Wednesday, January 6, 2021

Essential Workers, Adults Over 75 May Qualify for COVID-19 Vaccinations Next Week

Posted By on Wed, Jan 6, 2021 at 11:10 AM

click to enlarge NIAID/CREATIVE COMMONS
NIAID/Creative Commons

As early as next week, the groups of essential workers and those older than 75 included in the next phase of Pima County’s vaccine distribution plan may have access to the COVID-19 vaccine, the Pima County Health Department announced at a press conference yesterday.

Pima County Chief Medical Officer Dr. Francisco Garcia said the county anticipates rolling out phase 1B of vaccinations at the end of next week.

Phase 1B includes the vaccination of prioritized essential workers in education and protective services, essential workers in fields like transportation and government, adults in congregate settings with high-risk medical conditions and individuals over 75.

Those who qualify in phase 1B can pre-register here

Every county in Arizona except Pinal and Gila is currently in phase 1A of the vaccination process, which includes healthcare workers, emergency medical service workers, and residents and staff of long-term care facilities.


The county health department estimates Pima County could enter phase 1B of its vaccination rollout as early as next week. - THE PIMA COUNTY HEALTH DEPARTMENT
The Pima County Health Department
The county health department estimates Pima County could enter phase 1B of its vaccination rollout as early as next week.

However, the health department warns there are “hundreds of thousands” of individuals encompassed in the 1B category, and estimate vaccinating the upcoming group could take until the end of March.

The health department is in the process of setting up distribution points for the vaccine and finding professionals who can administer them.

“That will take some significant effort and logistics. We're in the process of trying to stand up a variety of points of dispensing of PODs to do some of this,” Francisco said. “We're in the midst of engaging a lot of community health practitioners, whether it's the federally qualified community health centers or private practices, to also be folks who can deliver vaccine, especially to the 75-plus age group.”

While currently in phase 1A, Pima County has 10 points of distribution, or PODs, for the vaccine, including Banner Health and Tucson Medical Center. Other vaccine sites are focused on serving the staff they’re affiliated with, such as United Community Health Center and Marana Healthcare.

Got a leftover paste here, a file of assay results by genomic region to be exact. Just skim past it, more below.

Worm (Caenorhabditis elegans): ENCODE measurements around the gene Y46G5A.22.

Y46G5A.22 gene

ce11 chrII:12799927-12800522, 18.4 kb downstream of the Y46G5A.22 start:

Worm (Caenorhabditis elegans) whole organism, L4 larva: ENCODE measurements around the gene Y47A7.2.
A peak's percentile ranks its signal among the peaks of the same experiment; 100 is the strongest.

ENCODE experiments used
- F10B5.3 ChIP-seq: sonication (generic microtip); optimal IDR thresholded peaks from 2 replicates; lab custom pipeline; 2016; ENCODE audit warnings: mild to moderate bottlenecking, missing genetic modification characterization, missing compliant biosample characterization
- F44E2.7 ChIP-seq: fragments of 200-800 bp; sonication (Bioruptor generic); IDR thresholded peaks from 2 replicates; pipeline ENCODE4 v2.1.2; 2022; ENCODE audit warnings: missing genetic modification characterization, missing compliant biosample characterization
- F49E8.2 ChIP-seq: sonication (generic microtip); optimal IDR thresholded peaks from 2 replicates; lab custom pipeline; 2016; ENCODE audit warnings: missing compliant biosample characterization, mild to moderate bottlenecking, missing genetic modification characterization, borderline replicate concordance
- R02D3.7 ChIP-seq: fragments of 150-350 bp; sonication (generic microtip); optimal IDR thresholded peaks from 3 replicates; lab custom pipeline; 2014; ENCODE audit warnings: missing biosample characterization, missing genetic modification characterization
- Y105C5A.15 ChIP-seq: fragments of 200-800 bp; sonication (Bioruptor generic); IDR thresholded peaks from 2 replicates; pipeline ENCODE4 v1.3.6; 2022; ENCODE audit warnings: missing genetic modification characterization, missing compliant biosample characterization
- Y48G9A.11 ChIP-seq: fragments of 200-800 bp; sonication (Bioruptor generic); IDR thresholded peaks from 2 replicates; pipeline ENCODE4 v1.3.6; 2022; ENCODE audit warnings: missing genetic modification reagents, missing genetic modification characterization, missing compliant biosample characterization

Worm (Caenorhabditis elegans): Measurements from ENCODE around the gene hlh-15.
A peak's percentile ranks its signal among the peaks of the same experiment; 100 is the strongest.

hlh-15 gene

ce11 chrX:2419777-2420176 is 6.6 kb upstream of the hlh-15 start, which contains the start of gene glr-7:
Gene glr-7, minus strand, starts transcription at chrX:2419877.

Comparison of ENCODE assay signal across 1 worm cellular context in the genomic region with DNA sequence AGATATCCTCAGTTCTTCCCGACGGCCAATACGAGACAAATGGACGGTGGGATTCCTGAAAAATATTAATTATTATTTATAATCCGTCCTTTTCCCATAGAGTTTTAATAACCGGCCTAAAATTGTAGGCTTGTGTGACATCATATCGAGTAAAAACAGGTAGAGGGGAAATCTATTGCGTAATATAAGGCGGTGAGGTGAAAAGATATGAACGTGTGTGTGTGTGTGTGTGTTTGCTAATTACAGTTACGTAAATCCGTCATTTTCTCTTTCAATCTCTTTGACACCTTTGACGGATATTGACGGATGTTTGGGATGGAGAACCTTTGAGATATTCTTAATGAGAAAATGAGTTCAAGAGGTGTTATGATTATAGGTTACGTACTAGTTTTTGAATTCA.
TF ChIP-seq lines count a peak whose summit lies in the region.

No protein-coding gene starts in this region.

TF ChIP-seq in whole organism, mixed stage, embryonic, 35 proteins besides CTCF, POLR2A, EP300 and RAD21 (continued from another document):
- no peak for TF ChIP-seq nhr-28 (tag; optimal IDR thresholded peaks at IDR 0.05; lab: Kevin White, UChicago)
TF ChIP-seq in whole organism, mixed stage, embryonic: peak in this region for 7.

According to Francisco, the strategy for determining locations those in group 1B will be able to receive their vaccines is “still evolving.”

“Our goal here at the county is making sure that we have multiple entry points for folks who fit in any one of those five categories that are part of phase 1B to walk through. So it may be a worksite clinic, it may be a POD, like TMC or Banner, it may be their own individual doctor's office,” Francisco said. “Part of the strategy here is to have the greatest degree of flexibility that we can to serve the largest number of people. At the end of the day, I care more about the number of people vaccinated than about making sure that that we got every single person in the right line.”

According to the Arizona Department of Health Services, 119,653 vaccines have been administered in Arizona.

In Pima County, 22,224 vaccines have been administered. The county currently holds the highest vaccination rate in the state at 2,127 per 100,000 individuals.

According to the county health department, 65,000 doses have been allocated to Pima County as of Dec. 31, and 45,000 have actually arrived.

“It's wonderful that we have the highest vaccination rate in the state, but none of us should be happy with where we are right now. It's really critical that we accelerate our immunization process,” Public Health Director Dr. Theresa Cullen said. “I'm really grateful to Pima County that we are making this commitment to not only ensure that we have a higher rate than everybody else, but that isn't really what matters. What matters is that we get a significant number of our community vaccinated, and we have given ourselves a March 31 timeline to anticipate that we will have a significant number of people vaccinated by then.”

Cullen stressed the county has been in an accelerated phase of transmission of the virus for six to eight weeks, and hospitals continue to struggle with the surge of COVID-19 patients compromising their capacity and ability to provide care.

At one point yesterday morning, Cullen said only 3% of the county’s ICU and general hospital beds were available while 95 patients—60 with coronavirus— waited in emergency departments for admission.

“The bright spot here that I think is also important for us to share is that the goal of vaccinating a large proportion of our population is actually in hand, we are developing the very specific strategies that will allow us to get to that point...I really think that we're starting to see the light at the end of the tunnel,” Francisco said. “But this is no time for us to loosen up on our mitigation measures. This is our opportunity to double down on them so that people will benefit from this.”

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